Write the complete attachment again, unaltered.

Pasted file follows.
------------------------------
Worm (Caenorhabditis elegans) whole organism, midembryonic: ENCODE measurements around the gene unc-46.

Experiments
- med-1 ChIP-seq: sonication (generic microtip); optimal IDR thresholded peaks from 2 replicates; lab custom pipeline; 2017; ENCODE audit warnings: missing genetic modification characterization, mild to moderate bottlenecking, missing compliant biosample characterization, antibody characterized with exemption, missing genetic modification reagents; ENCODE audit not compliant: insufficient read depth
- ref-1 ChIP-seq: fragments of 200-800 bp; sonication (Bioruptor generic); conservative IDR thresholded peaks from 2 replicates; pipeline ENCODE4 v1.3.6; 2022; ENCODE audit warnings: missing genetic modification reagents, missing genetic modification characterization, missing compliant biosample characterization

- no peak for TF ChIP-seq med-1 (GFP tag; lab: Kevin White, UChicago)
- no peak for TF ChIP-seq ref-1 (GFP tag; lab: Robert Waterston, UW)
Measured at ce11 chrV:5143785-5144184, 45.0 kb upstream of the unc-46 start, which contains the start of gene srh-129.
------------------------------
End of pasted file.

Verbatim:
Worm (Caenorhabditis elegans) whole organism, midembryonic: ENCODE measurements around the gene unc-46.

Experiments
- med-1 ChIP-seq: sonication (generic microtip); optimal IDR thresholded peaks from 2 replicates; lab custom pipeline; 2017; ENCODE audit warnings: missing genetic modification characterization, mild to moderate bottlenecking, missing compliant biosample characterization, antibody characterized with exemption, missing genetic modification reagents; ENCODE audit not compliant: insufficient read depth
- ref-1 ChIP-seq: fragments of 200-800 bp; sonication (Bioruptor generic); conservative IDR thresholded peaks from 2 replicates; pipeline ENCODE4 v1.3.6; 2022; ENCODE audit warnings: missing genetic modification reagents, missing genetic modification characterization, missing compliant biosample characterization

- no peak for TF ChIP-seq med-1 (GFP tag; lab: Kevin White, UChicago)
- no peak for TF ChIP-seq ref-1 (GFP tag; lab: Robert Waterston, UW)
Measured at ce11 chrV:5143785-5144184, 45.0 kb upstream of the unc-46 start, which contains the start of gene srh-129.